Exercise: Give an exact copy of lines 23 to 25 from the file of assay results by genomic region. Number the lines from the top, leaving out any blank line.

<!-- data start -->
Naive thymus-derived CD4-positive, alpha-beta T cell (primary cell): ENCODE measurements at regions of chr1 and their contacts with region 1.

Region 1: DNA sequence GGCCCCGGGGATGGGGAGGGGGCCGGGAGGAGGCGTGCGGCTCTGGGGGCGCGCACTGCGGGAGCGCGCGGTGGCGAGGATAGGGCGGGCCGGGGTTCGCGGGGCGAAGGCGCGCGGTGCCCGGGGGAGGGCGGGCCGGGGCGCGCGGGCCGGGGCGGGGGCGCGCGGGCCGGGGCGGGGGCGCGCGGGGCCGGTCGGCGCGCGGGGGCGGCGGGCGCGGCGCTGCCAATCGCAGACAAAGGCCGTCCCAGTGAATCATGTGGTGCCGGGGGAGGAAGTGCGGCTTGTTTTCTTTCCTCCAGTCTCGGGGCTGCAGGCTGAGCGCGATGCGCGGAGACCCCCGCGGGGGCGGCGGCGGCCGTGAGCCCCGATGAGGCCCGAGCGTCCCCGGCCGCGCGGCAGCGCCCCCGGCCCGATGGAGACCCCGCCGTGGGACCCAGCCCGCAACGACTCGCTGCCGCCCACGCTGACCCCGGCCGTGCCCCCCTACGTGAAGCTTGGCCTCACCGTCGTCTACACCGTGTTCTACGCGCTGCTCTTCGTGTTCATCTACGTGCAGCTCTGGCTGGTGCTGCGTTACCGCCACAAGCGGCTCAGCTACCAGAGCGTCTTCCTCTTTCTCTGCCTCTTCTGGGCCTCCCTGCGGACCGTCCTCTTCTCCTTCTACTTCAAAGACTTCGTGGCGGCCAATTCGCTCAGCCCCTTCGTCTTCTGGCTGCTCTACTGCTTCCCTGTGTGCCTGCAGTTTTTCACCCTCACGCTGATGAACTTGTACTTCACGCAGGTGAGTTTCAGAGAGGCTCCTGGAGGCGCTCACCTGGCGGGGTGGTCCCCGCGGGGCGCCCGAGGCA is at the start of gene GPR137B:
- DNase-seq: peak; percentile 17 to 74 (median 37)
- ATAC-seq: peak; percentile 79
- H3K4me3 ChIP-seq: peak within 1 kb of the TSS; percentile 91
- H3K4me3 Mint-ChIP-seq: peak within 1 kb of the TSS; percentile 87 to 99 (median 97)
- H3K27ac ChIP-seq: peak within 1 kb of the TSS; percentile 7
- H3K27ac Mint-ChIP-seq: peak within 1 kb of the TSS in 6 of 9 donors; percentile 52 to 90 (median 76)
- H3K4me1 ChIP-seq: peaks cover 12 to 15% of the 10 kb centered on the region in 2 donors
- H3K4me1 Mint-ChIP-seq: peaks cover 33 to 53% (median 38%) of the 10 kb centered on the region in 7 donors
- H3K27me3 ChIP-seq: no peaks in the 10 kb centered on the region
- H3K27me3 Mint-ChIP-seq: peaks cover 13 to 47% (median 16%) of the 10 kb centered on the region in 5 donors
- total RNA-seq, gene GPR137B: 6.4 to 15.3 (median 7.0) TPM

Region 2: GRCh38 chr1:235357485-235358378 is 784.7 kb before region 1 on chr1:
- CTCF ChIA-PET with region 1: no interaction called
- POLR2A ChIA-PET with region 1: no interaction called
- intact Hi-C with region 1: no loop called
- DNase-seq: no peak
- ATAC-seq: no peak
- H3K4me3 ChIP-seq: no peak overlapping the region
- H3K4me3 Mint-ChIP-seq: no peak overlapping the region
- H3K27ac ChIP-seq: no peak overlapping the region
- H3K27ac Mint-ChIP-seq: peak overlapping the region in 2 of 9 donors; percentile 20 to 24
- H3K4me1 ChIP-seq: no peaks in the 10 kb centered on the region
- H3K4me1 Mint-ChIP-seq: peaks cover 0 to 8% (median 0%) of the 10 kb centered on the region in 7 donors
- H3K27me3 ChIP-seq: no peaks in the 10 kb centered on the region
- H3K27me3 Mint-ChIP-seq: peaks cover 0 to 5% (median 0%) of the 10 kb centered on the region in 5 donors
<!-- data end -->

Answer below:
- H3K27ac Mint-ChIP-seq: peak overlapping the region in 2 of 9 donors; percentile 20 to 24
- H3K4me1 ChIP-seq: no peaks in the 10 kb centered on the region
- H3K4me1 Mint-ChIP-seq: peaks cover 0 to 8% (median 0%) of the 10 kb centered on the region in 7 donors